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Sunday, September 18, 2016

Modernising the ancient Egyptian martial art of sticks - Folk Arts - Folk - Ahram Online


http://english.ahram.org.eg/NewsContent/32/98/244086/Folk/Folk-Arts/Modernising-the-ancient-Egyptian-martial-art-of-st.aspx

Modernising the ancient Egyptian martial art of sticks

The stick art, known as Tahtib, is a famous and ancient Egyptian folk art that is now taking on a modern twist

Dina Ezzat , Sunday 18 Sep 2016


Tahtib, the Egyptian dance tradition, which typically involves two male participants dancing and dueling with long sticks, is old enough to be Pharaonic and modern enough to be currently exercised as a newly celebrated martial art that is being taken up in several European and Asian cities – though is still typically practiced traditionally in rural Egypt.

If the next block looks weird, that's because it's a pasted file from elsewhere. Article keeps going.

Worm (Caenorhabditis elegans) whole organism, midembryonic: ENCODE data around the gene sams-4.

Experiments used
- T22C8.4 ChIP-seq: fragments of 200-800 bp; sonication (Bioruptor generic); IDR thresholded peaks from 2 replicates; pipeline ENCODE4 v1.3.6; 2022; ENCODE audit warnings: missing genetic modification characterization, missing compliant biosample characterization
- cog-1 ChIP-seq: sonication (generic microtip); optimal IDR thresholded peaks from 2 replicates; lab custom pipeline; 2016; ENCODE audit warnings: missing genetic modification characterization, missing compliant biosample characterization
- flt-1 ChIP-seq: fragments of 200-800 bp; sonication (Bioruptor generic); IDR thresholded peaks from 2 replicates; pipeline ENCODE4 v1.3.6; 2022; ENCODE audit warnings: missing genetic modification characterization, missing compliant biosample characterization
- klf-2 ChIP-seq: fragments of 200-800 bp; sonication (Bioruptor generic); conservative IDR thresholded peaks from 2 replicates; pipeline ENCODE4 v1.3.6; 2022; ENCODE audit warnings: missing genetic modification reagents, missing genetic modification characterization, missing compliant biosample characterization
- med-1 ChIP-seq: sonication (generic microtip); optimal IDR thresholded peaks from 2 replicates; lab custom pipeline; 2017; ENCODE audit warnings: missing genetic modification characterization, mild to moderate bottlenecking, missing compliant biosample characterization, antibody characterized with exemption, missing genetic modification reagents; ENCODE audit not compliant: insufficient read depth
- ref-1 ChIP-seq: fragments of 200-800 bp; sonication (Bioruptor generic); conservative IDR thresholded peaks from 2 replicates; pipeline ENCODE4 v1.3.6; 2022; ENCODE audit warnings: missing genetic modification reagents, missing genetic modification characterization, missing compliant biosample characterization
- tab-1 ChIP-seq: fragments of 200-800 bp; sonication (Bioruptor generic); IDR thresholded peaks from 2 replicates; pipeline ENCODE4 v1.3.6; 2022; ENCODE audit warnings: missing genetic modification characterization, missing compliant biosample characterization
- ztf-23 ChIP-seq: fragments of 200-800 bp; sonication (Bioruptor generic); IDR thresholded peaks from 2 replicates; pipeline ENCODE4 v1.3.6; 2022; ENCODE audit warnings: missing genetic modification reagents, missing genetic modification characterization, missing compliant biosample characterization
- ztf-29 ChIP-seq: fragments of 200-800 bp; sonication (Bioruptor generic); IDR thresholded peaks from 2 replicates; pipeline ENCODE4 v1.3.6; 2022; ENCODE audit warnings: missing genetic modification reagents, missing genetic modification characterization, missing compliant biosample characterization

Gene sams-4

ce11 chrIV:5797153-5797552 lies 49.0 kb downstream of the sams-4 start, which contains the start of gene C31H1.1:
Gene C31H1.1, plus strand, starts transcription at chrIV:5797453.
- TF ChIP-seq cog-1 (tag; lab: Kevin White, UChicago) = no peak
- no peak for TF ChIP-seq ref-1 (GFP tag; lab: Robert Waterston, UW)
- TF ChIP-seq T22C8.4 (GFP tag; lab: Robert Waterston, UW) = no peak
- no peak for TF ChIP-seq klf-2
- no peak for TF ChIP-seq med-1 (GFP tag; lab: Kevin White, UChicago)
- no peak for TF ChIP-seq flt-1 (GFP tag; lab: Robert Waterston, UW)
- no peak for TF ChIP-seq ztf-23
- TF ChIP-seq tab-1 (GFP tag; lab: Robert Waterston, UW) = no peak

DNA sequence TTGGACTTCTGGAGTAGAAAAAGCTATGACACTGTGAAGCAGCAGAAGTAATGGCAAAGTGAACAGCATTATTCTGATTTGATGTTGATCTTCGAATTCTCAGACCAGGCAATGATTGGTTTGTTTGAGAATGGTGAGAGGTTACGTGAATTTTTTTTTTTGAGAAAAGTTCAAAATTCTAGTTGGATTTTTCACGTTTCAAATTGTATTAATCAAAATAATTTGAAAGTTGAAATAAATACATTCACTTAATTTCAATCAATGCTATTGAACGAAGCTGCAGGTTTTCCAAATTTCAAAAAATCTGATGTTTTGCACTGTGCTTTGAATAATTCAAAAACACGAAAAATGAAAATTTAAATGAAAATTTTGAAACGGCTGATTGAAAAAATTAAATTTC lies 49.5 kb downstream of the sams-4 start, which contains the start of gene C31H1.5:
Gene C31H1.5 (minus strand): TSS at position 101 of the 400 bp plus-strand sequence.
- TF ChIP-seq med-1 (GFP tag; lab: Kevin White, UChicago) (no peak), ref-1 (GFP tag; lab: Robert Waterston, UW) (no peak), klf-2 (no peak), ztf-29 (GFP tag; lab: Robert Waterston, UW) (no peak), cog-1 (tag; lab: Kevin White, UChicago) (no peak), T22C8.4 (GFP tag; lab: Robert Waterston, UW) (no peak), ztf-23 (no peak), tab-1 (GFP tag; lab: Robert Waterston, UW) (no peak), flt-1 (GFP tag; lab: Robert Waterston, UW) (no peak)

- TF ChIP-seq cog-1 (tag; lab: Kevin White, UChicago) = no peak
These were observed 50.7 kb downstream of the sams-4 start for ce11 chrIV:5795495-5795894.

"It is a traditional art for sure but it is also a martial art that could be practiced according to specific rules, to be acquired through training, by both men and women," Adel Boulad, a pioneer of promoting Modern Tahtib and an author of an upcoming book on the game that will come out this September, told Ahram Online.

Born in Egypt to a family that migrated to France in the 1960s, Boulad was never really properly introduced to the art of Tahtib despite a few flirting attempts during visits to his grandparents house in Upper Egypt in the mid and late 1950s.

At the time, and even later during holiday visits to Egypt and the family house in Assiut, Boulad said he used to think thought that "Tahtib was just a dance and a game with no particular significance or rules… it would not have at all matched the rules of the art of Karate that I was learning then with a passion." 

But, more than three decades later things changed for Boulad, he said during an interview in Cairo on a visit to promote the re-introduction of Tahtib.

During a visit to Madrid, he met with a dancer from the renowned Egyptian folk dancing Reda Troupe, which was performing in the Spanish capital, who raised his interest in Tahtib.